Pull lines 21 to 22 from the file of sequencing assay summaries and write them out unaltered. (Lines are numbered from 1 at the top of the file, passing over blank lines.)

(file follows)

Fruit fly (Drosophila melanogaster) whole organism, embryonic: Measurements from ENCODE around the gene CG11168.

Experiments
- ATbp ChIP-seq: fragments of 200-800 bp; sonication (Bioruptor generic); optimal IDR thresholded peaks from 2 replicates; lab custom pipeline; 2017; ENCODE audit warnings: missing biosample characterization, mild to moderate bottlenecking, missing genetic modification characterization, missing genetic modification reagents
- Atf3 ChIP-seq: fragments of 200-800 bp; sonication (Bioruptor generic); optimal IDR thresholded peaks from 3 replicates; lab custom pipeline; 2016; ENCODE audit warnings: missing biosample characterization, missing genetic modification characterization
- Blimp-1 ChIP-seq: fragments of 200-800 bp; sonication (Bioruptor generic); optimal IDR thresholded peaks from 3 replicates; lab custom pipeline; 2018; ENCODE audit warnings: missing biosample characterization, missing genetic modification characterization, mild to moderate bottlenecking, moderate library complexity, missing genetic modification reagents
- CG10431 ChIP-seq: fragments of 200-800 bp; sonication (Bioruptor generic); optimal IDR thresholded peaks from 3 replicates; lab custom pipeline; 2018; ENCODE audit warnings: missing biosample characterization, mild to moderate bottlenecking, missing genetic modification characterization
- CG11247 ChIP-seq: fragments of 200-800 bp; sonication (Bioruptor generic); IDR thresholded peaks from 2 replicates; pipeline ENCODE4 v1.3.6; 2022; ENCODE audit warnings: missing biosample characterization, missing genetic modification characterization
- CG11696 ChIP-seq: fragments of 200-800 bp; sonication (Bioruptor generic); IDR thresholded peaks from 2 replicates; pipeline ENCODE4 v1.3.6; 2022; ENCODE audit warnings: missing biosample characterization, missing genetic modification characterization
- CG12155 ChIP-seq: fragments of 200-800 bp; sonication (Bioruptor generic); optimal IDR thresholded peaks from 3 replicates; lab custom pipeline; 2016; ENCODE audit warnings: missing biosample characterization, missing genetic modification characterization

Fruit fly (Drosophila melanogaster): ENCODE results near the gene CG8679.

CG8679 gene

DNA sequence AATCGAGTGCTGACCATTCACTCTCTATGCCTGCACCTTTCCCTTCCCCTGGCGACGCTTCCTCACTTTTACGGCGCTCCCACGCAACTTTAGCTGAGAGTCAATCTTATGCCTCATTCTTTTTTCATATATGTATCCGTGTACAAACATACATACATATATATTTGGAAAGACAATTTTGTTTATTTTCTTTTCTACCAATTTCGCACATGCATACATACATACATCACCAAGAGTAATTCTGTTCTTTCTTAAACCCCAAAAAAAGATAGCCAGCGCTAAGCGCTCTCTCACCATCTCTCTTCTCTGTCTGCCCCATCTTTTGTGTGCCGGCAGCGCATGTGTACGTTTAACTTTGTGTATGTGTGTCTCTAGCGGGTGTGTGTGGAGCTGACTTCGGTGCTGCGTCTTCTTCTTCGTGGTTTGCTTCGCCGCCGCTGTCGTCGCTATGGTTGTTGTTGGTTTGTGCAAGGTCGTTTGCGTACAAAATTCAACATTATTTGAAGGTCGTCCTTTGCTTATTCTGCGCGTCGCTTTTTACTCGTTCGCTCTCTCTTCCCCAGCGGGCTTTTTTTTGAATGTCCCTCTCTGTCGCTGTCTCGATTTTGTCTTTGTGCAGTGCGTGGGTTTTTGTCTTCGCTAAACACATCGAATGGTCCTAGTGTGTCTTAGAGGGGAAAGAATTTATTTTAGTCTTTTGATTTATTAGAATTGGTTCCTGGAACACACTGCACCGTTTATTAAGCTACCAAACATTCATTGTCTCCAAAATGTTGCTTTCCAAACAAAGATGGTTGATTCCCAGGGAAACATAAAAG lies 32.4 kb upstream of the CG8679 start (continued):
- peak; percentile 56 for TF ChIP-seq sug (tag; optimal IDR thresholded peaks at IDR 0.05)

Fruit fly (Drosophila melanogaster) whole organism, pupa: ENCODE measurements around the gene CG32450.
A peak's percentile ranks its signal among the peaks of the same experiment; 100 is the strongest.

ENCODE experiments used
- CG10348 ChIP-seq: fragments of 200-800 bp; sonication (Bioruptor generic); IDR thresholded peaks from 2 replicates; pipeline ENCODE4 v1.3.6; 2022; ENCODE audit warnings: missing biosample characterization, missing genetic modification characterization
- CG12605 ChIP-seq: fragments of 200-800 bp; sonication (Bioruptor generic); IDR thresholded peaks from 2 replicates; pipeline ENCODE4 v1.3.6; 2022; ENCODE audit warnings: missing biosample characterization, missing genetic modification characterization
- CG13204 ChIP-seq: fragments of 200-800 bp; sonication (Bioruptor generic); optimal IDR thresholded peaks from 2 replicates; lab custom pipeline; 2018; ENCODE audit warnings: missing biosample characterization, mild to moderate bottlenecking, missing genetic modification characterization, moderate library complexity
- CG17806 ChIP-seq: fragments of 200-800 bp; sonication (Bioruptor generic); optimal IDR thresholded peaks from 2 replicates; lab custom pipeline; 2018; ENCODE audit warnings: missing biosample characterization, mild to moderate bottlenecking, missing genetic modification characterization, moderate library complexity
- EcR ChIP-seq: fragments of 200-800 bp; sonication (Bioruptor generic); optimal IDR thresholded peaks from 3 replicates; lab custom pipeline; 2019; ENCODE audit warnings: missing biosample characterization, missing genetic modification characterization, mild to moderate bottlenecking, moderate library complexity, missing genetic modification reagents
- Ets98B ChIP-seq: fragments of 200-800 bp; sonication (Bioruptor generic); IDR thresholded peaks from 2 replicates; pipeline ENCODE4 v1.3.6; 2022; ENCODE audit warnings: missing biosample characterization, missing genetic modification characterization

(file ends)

- EcR ChIP-seq: fragments of 200-800 bp; sonication (Bioruptor generic); optimal IDR thresholded peaks from 3 replicates; lab custom pipeline; 2019; ENCODE audit warnings: missing biosample characterization, missing genetic modification characterization, mild to moderate bottlenecking, moderate library complexity, missing genetic modification reagents
- Ets98B ChIP-seq: fragments of 200-800 bp; sonication (Bioruptor generic); IDR thresholded peaks from 2 replicates; pipeline ENCODE4 v1.3.6; 2022; ENCODE audit warnings: missing biosample characterization, missing genetic modification characterization